For most DNA samples collected from crime scenes, scientists use the polymerase chain reaction-short tandem repeat method in order to analyze them. With the PCR-STR method, the core loci from the junk code can be examined. This method is extremely accurate, letting scientists determine with a high degree of certainty whether the sample from the crime scene matches the samples of suspects. STRs, or short tandem repeats, are short segments of DNA made of three to seven repeated base sequences. Because everyone has these short tandem repeats in their genetic code, but the number of repetitions varies from person to person, these can determine the difference between two people. For example, one person’s TH01 (a commonly used STR) sequence might be AATG-AATG-AATG, while another person’s might be AATG-AATG-AATG-AATG-AATG-AATG-AATG-AATG-AATG. The sensitive equipment used to analyze the samples easily tells the difference between short and long sequences via electrophoresis, a similar method to the one used in determining the amount of DNA in a collected sample (Bianchi &ump; Liò, 2007). The amplified DNA is injected into a machine that passes a focused beam of light through it, and it displays a graph showing the number of repeats at each STR. The peak graph it gives is very useful and commonly used in court. The FBI recommends analysis of a particular thirteen core loci because these STRs are found in nearly every person in the world, but they are still highly variable from person to person (Bert-Jaap Koops, 2008). Only identical twins have the exact same number of repeats at all thirteen core loci, so samples can be matched with such certainty that it’s virtually impossible to argue that a sample of DNA could have come from more than one person. “Nothing in science is ever considered absolutely true, but STR analysis gets pretty close to it,” says Detective Harold Thomas of the Milwaukee Police Department Violent Crimes Division.
Besides its accuracy, STR analysis has many other benefits. A skilled technician can produce a profile of all thirteen core loci in about five hours from start to finish. All of the primers and raw materials of DNA can also be added in one neat reaction, reducing cost and the amount of handling time during processing (Thomas, 2011). This also reduces the chance of contamination. Since STR fragments are so short, they are very stable, much more so than fingerprint fragments and long strands of DNA. STR evidence can be recovered from even the most badly damaged and decayed bodies. In 1994, the DNA Identification Act authorized the FBI to create a national DNA database, the Combined DNA Index System (CODIS). This originally contained only DNA profiles from crime scene evidence and convicted offenders, but in recent years there have been indexes added for arrestees and missing persons (Thomas, 2011). The profiles contained in CODIS consist of the thirteen STR loci, plus the amelogenin gene, which is found on the X and Y chromosomes and establishes the sex of unknown sample sources. Currently, CODIS contains about six million profiles (Bert-Jaap Koops, 2008). There are many advantages to having a central DNA database, but CODIS has aroused a lot of controversy over whose DNA is entered into it and how this information is used. Laws concerning DNA databases vary from country to country and sometimes between jurisdictions and states. Some countries have not yet taken a stance on the legality of DNA databases. In the US, DNA samples were originally allowed to be entered for only convicted sex offenders, but most states now allow DNA profiling of all convicted felons (Thomas, 2011). Some states collect profiles from all arrested suspects. In the United Kingdom, samples are collected from individuals arrested for all but the most minor offenses, and their database currently contains more than four million profiles (Fink, 2006). Laws also differ in the preservation of the actual DNA samples. In some US states, only the STR information is kept, and the samples themselves are destroyed after analysis. In other states and the UK, however, samples are preserved indefinitely for possible analysis with technology not yet invented (Fink, 2006). In some countries, not only are full matches kept, but partial matches too. Partial matches may indicate that the criminal is a close relative of the person found in the database.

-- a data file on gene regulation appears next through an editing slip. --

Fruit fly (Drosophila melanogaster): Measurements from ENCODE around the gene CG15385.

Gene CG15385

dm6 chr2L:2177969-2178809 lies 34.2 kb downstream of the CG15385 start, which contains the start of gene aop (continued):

Because DNA profiling is so effective, it has a huge amount of future potential. Many known DNA profiling techniques aren’t used yet, but volumes of successful research suggests that they will soon become routine. Right now, DNA evidence is only helpful when there are suspects for a crime, but it may soon be possible to use DNA phenotyping to provide police with clues about an unknown criminal. DNA phenotyping is the use of markers in a person’s genetic code to give information about race, appearance, and other traits. Currently, a person’s race can be found through DNA analysis, and in turn, some types of hair texture, eye and skin color, and facial features can be somewhat accurately determined (Sachs, 2003). This information could become powerful in an investigation, but its current inaccuracies forbid the use of DNA phenotyping for now. Some researchers believe that DNA phenotyping will someday be able to tell almost exactly what a person looks like by going farther than analyzing ancestry. This would mean examining other markers, such as genes that control pigmentation levels, stature, and other facial features. Studies have shown that many correlations between gene variants and physical features are fairly unreliable, but there has been some success. For example, a study from 2001 found that 90 percent of people with a particular variation of the human melanocortin 1 receptor have red hair and freckles (Sachs, 2003).